There is news for others Cantor backends too. Now script editor load default syntax highlighting for each backend – in old versions it did not happen. And, if you push New button, the new script editor will have the default syntax highlighting working too.
It is the news about my work in Cantor for KDE 4.13. I intent improve Python 2 backend and script editor for future releases.
But now it is time to go to Brazilian street parties! Happy Carnival! ;)
Cantor is a mathematical/scientific programming software, a frontend providing IDE features (syntax highlighting, tab-complete, variables management, and more) and a advanced terminal. Cantor support a lot of mathematical engines like Octave, Sage, Maxima, Kalgebra, Qualculate, R, Scilab (developed by me too), and now, Python 2. You can see Cantor as a Matlab-like software, but it uses other mathematical environment/software as programming language.
This post I will do a “feature tour” in Python 2 backend to show Cantor software for scientific python developers community.
Initial Screen – Syntax Highlighting and Tab Complete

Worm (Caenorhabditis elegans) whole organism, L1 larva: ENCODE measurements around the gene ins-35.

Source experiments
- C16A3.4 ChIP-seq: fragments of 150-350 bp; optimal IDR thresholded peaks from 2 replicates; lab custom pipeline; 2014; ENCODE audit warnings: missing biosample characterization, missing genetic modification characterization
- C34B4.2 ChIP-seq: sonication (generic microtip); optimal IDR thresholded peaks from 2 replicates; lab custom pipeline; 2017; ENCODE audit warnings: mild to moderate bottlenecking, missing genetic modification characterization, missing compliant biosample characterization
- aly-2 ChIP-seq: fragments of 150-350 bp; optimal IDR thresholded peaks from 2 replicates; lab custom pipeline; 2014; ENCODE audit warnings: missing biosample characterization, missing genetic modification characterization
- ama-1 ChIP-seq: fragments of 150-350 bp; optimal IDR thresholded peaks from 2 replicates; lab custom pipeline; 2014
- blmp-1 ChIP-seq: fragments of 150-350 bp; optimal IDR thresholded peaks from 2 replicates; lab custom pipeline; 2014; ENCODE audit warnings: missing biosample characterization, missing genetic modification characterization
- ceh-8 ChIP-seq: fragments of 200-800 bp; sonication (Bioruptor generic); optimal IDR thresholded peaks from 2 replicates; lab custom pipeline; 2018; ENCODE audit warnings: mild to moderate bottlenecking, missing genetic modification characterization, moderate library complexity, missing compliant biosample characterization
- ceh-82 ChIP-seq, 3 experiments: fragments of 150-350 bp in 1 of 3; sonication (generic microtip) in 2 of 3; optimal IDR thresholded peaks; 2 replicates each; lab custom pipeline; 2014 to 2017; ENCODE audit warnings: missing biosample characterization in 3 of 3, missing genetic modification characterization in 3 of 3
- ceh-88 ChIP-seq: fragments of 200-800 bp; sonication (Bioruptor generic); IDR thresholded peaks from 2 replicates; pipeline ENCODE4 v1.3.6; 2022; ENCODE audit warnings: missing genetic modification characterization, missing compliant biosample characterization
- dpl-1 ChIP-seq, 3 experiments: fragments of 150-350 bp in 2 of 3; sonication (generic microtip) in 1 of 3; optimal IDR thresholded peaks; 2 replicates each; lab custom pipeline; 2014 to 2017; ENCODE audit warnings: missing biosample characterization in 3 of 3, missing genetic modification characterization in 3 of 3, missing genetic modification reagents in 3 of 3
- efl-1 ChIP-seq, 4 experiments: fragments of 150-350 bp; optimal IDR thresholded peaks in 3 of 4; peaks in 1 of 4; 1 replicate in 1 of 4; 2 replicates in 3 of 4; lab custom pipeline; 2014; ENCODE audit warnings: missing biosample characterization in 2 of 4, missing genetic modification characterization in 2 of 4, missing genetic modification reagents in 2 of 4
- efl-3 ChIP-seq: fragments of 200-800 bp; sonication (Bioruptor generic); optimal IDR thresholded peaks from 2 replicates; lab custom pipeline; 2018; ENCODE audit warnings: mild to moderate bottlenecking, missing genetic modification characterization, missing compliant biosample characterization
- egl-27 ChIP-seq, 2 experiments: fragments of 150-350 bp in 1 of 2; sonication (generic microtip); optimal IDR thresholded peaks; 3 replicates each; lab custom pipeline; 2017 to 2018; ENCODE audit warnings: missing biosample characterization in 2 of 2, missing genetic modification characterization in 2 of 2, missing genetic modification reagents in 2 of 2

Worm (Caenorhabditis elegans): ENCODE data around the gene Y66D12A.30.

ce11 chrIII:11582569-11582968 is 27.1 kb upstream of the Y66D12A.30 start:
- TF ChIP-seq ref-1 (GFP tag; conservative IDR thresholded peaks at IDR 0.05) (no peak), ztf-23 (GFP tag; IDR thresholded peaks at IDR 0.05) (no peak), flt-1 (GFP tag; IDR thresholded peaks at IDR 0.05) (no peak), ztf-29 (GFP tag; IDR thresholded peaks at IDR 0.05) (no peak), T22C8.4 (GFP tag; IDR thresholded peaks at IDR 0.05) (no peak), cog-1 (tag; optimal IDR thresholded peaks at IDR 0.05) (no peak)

After select the Python 2 backend, Cantor will show the initial screen. This window have a big widget for the Python 2 terminal, and two side panels – one to show the Python 2 help and the other to variables management.
Let’s see some commands inputs in the terminal:
Cantor is highlighting the Python 2 syntax and, in side panel, you can see the variables created.
Now, let’s create new variables with similar names to test the tab complete. See the picture below:
After create variables variable_x, variable_y e variable_var, we can write in terminal var and type tab key twice – Cantor will show the variables and functions with the same piece of word. Tab complete is available for module functions too.
Cantor show error messages in terminal too. Next figure show a import error:
You can save the terminal state or just the input commands and their outputs in a file. Cantor allows upload/download a terminal example for a remote server. You can explore this features in “File” menu.
Cantor shows Python help from help command in a side panel. The picture below shows the help for complex class:
Cantor uses Qt/KDE technologies, so you can change the window format moving the side panels. Next picture show the window with the variables management in the left side and the help panel in the right side.